agree  Paul Kozelka: Given the context: procurement, this seems the best,expl; I would use "one-on-one" to show that it is not part of a formal bid process...& may not even involve a contract at this point.
3 hrs
  -> Thanks

agree  Jane Lamb-Ruiz (X): yup
12 hrs
  -> Thanks
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1 hr   confidence: Answerer confidence 3/5Answerer confidence 3/5
negocier de gré à gré
by mutual agreement


Explanation:
from Coll-Rob, and indeed le petit Robert - "en se mettant d'accord" (also "a l'aimable").
I have to say, it sounds to me as though it might be clumsily phrased, and what they really mean is that the outcome of the negotiation, the final decision reached, will be "by mutual agreement".
Either way, some kind of free-will, no complusion, agreement on both sides, is meant.

Charlie Bavington (X)
Local time: 17:49
Specializes in field
Native speaker of: Native in EnglishEnglish
PRO pts in category: 227
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8 hrs   confidence: Answerer confidence 3/5Answerer confidence 3/5
negocier de gré à gré
informally


Explanation:
...as opposed to a formal bid.



Graham macLachlan
Local time: 18:49
Works in field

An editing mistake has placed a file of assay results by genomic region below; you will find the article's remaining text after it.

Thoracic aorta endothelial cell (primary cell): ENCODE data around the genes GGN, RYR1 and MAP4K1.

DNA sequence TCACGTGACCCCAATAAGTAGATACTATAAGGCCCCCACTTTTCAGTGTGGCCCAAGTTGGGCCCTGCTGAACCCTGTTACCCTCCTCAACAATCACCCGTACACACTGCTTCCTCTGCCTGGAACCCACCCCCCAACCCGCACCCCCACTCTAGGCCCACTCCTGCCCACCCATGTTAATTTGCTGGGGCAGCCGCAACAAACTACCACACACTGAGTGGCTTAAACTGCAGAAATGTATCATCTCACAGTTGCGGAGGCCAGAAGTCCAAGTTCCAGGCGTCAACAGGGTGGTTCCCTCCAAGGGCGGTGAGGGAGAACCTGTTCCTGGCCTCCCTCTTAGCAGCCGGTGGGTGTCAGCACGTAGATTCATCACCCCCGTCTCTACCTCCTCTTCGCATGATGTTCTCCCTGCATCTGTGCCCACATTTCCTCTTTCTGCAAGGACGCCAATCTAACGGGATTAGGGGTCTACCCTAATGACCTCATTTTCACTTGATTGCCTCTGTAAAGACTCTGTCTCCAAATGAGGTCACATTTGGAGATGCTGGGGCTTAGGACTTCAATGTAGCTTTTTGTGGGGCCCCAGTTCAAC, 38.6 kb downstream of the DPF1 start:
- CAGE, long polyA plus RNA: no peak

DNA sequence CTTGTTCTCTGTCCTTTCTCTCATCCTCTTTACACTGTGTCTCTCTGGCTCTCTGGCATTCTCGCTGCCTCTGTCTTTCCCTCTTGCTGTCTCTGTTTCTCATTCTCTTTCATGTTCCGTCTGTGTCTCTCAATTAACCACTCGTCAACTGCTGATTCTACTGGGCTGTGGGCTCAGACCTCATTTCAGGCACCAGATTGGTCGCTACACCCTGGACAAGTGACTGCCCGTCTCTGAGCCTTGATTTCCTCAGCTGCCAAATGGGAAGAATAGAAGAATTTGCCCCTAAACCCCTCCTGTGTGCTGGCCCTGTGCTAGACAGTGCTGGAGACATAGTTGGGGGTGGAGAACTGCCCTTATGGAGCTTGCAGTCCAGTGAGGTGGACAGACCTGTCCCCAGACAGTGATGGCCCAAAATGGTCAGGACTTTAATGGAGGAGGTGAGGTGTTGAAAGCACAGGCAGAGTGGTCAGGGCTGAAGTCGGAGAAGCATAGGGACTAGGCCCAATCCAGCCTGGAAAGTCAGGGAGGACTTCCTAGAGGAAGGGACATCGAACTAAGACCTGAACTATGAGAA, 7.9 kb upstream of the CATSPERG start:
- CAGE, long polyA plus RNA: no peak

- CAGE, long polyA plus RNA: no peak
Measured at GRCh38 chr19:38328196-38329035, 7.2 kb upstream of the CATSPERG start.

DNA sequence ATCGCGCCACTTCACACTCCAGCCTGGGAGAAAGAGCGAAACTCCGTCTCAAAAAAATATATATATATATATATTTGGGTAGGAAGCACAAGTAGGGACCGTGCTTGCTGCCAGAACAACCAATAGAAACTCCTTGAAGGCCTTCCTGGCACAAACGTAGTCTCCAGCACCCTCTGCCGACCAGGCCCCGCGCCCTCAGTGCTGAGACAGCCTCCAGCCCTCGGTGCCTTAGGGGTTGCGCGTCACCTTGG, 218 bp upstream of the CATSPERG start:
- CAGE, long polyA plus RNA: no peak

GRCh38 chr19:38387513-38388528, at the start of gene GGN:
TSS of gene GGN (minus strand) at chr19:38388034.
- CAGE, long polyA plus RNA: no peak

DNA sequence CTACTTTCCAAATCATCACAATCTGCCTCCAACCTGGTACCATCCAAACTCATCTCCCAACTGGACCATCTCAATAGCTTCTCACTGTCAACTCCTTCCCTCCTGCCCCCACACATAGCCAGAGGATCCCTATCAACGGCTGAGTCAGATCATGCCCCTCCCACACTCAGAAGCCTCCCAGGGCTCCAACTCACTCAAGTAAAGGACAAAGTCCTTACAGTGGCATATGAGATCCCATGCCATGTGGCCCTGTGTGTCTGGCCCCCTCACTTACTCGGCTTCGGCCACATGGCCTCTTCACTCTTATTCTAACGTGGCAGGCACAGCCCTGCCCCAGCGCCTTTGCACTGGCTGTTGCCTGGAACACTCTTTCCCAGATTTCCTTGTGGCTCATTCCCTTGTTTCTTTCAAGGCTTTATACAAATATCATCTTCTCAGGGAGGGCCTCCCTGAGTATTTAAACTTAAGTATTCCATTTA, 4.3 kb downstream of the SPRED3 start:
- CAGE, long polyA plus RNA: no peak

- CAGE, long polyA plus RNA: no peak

Native speaker of: Native in EnglishEnglish
PRO pts in category: 22
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1 day 9 hrs   confidence: Answerer confidence 3/5Answerer confidence 3/5 peer agreement (net): +2
negotiate directly


Explanation:
EG
"Purchases up to £500 can, in general, be made after obtaining a single quotation or through **direct** negotiation."


    Reference: http://www.dti.gov.uk/about/procurement/procue10-12.htm
Peter Freckleton
Australia
Local time: 02:49
Native speaker of: Native in EnglishEnglish
PRO pts in category: 49
Grading comment
Merci.:)

Peer comments on this answer (and responses from the answerer)
agree  Jean-Charles Pirlet: this is the best way to put it simply
3 hrs
  -> Thanks

agree  NancyLynn: good way of summarising the ideas presented here - well done!
1 day 8 hrs
  -> Thanks for the kind words